last month, a £900 million rescue plan was hatched. it planned to sell large parts of its business to its largest shareholder, chinese company fosun and then a last—minute demand from the banks for 200 million to keep it going. that went up to 250 million over the weekend. the government was as for help but it seems it would only have been a temporary fix. there were real systemic problems there that we felt that if money was put into it, which is not something the government would normally do for a travel company, we would end up with it back and spending more money to repatriate people back and spending more money to re patriate people so back and spending more money to repatriate people so it wasn't a goer. the government is now looking into how thomas cook collapsed and how it was managed. executives were paid more than £20 million in bonuses over the last five years. the fallout looks set to be enormous. but who knows what the future will bring? emma simpson, bbc news.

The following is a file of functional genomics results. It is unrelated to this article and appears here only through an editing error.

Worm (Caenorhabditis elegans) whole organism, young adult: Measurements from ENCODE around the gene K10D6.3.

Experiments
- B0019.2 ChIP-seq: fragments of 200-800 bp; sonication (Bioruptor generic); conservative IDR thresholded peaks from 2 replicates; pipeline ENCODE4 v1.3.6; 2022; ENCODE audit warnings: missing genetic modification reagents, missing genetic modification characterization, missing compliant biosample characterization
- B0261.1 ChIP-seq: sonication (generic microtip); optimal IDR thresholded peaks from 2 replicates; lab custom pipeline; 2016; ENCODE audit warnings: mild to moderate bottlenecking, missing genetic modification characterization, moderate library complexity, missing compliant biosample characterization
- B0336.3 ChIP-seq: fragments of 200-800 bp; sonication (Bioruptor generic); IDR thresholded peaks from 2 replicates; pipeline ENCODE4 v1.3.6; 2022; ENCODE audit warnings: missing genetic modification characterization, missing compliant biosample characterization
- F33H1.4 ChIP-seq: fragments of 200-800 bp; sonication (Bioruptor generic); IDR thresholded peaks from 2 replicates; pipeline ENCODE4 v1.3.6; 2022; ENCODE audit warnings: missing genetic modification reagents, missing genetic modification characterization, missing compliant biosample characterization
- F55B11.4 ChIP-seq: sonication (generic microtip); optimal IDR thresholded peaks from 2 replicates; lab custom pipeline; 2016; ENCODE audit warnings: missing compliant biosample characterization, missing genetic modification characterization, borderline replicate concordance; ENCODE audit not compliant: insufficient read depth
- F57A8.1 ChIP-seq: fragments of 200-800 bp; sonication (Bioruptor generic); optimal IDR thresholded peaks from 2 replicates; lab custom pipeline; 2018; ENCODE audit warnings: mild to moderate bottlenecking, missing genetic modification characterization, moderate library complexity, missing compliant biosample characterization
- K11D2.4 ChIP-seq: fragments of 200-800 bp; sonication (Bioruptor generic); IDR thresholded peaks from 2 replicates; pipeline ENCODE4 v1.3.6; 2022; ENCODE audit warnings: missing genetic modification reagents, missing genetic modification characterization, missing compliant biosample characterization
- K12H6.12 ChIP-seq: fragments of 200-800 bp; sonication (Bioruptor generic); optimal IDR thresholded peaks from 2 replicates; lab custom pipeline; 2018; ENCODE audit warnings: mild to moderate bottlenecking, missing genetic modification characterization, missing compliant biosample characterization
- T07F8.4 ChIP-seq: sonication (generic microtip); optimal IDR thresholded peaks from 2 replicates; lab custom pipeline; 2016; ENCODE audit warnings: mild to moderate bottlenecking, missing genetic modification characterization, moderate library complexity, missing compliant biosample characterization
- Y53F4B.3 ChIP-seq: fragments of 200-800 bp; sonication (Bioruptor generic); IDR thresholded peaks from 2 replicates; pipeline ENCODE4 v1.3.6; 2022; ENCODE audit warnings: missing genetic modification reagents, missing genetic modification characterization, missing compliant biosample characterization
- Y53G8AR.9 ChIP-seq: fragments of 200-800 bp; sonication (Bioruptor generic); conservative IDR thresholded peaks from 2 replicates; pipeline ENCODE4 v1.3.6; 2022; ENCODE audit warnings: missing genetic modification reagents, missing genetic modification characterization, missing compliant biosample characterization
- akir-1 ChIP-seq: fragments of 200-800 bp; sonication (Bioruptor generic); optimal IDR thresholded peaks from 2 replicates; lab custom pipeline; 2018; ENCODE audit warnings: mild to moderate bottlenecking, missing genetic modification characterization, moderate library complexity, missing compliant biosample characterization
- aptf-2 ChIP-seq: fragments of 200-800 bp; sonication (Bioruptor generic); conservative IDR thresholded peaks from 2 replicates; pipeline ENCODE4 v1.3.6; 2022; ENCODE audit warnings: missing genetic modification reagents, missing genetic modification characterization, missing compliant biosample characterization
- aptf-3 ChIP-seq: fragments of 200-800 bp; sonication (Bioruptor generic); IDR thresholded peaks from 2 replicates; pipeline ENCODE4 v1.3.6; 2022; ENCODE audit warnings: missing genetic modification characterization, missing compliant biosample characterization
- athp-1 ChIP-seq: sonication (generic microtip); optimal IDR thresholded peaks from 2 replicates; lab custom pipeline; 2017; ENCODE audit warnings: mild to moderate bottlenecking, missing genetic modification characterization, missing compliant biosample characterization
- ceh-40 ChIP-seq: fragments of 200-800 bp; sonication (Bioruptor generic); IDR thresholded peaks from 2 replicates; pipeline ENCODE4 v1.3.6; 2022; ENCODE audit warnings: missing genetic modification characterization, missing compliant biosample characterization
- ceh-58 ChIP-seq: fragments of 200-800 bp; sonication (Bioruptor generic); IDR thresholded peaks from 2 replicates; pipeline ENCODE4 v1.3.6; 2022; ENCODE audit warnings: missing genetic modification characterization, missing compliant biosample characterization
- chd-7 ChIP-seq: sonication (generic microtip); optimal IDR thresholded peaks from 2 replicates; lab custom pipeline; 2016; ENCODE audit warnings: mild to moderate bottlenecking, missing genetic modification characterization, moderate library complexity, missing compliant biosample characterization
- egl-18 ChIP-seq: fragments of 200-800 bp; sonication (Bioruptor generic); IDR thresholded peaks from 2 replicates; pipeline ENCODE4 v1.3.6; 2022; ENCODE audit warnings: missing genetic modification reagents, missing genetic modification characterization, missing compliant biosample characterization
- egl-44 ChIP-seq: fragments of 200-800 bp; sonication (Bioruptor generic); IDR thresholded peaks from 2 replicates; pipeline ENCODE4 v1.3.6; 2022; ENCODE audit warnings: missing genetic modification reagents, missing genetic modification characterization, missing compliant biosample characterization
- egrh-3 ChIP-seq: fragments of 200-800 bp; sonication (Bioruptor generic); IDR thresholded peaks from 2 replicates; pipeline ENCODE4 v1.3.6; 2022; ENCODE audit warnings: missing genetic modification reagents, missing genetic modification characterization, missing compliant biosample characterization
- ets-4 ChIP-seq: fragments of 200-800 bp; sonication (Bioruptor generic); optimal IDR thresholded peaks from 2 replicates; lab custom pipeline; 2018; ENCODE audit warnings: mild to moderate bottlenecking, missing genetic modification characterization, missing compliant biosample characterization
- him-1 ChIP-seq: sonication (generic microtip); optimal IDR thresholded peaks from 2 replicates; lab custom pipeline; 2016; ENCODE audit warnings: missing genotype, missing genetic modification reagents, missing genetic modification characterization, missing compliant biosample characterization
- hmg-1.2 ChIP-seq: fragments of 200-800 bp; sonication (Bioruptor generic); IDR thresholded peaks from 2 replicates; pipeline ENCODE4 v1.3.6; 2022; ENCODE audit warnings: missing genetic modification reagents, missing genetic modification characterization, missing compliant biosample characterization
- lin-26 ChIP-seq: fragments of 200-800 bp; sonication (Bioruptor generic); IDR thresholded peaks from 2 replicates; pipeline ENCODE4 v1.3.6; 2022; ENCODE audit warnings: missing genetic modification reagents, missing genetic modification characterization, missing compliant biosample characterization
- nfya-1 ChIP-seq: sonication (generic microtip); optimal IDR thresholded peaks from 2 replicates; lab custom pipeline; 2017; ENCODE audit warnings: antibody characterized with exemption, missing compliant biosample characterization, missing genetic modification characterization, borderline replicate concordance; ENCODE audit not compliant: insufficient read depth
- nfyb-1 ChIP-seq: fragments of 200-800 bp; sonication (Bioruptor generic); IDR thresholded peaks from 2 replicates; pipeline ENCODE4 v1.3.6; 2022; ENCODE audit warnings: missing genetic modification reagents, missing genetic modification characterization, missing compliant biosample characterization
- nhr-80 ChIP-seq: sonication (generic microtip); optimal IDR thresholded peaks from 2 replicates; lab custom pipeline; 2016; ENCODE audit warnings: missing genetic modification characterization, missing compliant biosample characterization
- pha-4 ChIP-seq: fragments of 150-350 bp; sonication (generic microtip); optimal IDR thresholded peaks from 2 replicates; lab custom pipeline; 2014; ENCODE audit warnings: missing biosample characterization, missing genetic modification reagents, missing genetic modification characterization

so more than 150,000 british thomas cook holidaymakers are facing an anxious wait to find out how and when they'll get home. 0ur europe correspondent gavin lee is in palma, mallorca, one of the company's most popular destinations. holiday over, now the problems start for passengers arriving at palma airport, unsure of how they'll get home. the yellow—jacketed civil aviation authority and foreign office staff man the isles to offer reassurance but can't offer an easy solution of how to get back to the uk. well, this is 0peration matterhorn in action on the ground at palma airport. what we're being told is that 1,500 uk passengers are trying to get back today. they will be returning today, we're told, not necessarily to the airport they flew out from. we've been told so far, as far as we know, we're going to manchester at 7:40pm this evening, so we've got quite a long day ahead of us. we're going to birmingham, which is a bit of a kick, but were going to get home, so it's not the end of world.